Goshen flooding closes businesses, organizations give back
Goshen has lowered its travel warning now to a travel advisory, but there are still a lot of places around the area where you need to be careful.
One of the hardest hit areas in Goshen near Kroger is still waiting for flood waters to recede.
The Kroger has been closed indefinitely until they can clean up.
Right now the majority of the parking lot at the Trinity Square Plaza is under water. Near Kroger levels are nearly hip height.
A crew is working inside of the Kroger evaluating conditions and determining what has been lost. A Kroger spokesman said they must dispose of food that touched the flood water.
On the other hand, produce like bananas were untouched by waters but lack the shelf life to be transferred to another store. They plan on donating things like that to the local food bank once trucks can reach the store.
Outside of the store crews are figuring out the damage at the Kroger gas station. A spokesman said it should be open again by the end of next week.
As for prescriptions, they want to resume having a pharmacy immediately. Kroger plans to have a mobile pharmacy in place for Goshen customers by next week.
At least a dozen businesses at the plaza had water in and/or around them and will be cleaning up for days.
Thursday afternoon Pike St. was reopened after being closed Wednesday because the river had risen all the way out to cover it near the plaza.
Crews swept the street to remove debris.
"We had a street sweeper out before we opened the road as the flood carries with it a bunch of debris into the roads and we don't want to create hazards for the traffic so we swept it before we opened it," said David Gibbs, the Goshen Street Commissioner.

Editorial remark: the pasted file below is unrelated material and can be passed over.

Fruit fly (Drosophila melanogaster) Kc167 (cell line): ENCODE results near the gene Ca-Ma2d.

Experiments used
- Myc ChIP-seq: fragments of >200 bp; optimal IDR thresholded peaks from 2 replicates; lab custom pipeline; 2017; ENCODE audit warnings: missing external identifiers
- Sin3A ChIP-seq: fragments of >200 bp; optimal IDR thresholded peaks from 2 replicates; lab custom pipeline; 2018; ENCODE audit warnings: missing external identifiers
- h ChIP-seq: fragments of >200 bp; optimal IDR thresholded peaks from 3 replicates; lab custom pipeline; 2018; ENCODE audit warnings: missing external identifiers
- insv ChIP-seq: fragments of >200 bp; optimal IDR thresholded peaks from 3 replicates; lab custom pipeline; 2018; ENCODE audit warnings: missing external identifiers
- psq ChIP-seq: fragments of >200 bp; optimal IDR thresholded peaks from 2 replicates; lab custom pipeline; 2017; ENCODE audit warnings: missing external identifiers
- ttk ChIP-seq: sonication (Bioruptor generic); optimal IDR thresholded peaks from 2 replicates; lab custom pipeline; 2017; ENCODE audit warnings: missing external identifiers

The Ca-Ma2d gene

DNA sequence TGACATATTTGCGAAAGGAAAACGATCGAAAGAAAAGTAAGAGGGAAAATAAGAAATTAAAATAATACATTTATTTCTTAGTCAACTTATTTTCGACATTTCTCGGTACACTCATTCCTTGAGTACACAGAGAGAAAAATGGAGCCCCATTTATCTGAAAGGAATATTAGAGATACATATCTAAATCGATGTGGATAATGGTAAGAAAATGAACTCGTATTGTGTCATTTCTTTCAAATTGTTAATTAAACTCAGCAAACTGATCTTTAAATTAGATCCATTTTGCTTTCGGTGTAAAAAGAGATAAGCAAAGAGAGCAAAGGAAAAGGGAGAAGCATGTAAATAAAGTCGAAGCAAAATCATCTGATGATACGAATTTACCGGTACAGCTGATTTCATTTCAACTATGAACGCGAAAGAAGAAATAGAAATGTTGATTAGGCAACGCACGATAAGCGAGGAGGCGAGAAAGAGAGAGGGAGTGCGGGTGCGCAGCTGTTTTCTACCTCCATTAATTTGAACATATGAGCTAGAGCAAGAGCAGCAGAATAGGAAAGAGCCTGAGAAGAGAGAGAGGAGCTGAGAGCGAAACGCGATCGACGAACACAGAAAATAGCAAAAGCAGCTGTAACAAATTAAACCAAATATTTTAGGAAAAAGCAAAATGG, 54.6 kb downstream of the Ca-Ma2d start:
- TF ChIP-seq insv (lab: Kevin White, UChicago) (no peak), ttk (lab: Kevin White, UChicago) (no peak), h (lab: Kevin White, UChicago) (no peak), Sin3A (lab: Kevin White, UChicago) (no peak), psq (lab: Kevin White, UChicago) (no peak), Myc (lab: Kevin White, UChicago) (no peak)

Pike St. is open now with a lane restriction. Gibbs said drivers should expect road closures in and around Goshen for the next few days.
Folks from Forge Industrial Staffing donated lunch to volunteers helping with the flood relief in Goshen.
They met at Grace Community Church, which is also serving as a shelter for people forced from their homes.
They brought in a variety of snacks including fruit and pizza as a way to say thank you for all of the help during this difficult time.
"We saw a need in the community to help out those in need so we wanted to be able to do something so we thought what better way to make people feel a little more normal than to provide some food and water and some snacks," said Nick Hajicek, manager of operations at Forge Industrial Staffing.
"Many of us have been touched in one way or another or know someone that's been touched by the floods that's happened so we just wanted to make sure we're doing our little part just to help," said Amanda Searer, a staffing consultant at Forge Industrial Staffing.
Grace Community Church can hold nearly 200 people or more if necessary for however long they need it.